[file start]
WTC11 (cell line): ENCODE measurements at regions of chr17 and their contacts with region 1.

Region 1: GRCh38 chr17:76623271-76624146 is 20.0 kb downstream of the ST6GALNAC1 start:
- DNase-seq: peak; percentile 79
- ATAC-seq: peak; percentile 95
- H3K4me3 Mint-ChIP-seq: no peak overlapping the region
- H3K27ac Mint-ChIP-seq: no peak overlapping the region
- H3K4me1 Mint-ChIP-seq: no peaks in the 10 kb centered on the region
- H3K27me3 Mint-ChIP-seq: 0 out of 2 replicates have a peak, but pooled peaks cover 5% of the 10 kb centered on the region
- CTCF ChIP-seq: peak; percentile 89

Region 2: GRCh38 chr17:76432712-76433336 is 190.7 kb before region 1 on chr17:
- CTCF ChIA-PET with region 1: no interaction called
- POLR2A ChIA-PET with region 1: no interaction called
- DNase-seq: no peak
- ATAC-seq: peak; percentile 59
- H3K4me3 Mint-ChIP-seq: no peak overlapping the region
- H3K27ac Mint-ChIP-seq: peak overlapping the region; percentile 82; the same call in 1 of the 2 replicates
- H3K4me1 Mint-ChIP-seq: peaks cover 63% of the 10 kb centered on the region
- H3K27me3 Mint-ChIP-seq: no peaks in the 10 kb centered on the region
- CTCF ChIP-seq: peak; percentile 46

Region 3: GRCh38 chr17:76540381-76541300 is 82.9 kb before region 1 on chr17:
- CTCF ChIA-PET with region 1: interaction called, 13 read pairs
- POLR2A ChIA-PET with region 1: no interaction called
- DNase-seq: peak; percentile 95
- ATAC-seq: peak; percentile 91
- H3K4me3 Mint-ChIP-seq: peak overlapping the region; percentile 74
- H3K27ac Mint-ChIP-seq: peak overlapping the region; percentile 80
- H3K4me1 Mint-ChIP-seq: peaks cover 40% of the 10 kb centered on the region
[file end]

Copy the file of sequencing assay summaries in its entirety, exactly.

WTC11 (cell line): ENCODE measurements at regions of chr17 and their contacts with region 1.

Region 1: GRCh38 chr17:76623271-76624146 is 20.0 kb downstream of the ST6GALNAC1 start:
- DNase-seq: peak; percentile 79
- ATAC-seq: peak; percentile 95
- H3K4me3 Mint-ChIP-seq: no peak overlapping the region
- H3K27ac Mint-ChIP-seq: no peak overlapping the region
- H3K4me1 Mint-ChIP-seq: no peaks in the 10 kb centered on the region
- H3K27me3 Mint-ChIP-seq: 0 out of 2 replicates have a peak, but pooled peaks cover 5% of the 10 kb centered on the region
- CTCF ChIP-seq: peak; percentile 89

Region 2: GRCh38 chr17:76432712-76433336 is 190.7 kb before region 1 on chr17:
- CTCF ChIA-PET with region 1: no interaction called
- POLR2A ChIA-PET with region 1: no interaction called
- DNase-seq: no peak
- ATAC-seq: peak; percentile 59
- H3K4me3 Mint-ChIP-seq: no peak overlapping the region
- H3K27ac Mint-ChIP-seq: peak overlapping the region; percentile 82; the same call in 1 of the 2 replicates
- H3K4me1 Mint-ChIP-seq: peaks cover 63% of the 10 kb centered on the region
- H3K27me3 Mint-ChIP-seq: no peaks in the 10 kb centered on the region
- CTCF ChIP-seq: peak; percentile 46

Region 3: GRCh38 chr17:76540381-76541300 is 82.9 kb before region 1 on chr17:
- CTCF ChIA-PET with region 1: interaction called, 13 read pairs
- POLR2A ChIA-PET with region 1: no interaction called
- DNase-seq: peak; percentile 95
- ATAC-seq: peak; percentile 91
- H3K4me3 Mint-ChIP-seq: peak overlapping the region; percentile 74
- H3K27ac Mint-ChIP-seq: peak overlapping the region; percentile 80
- H3K4me1 Mint-ChIP-seq: peaks cover 40% of the 10 kb centered on the region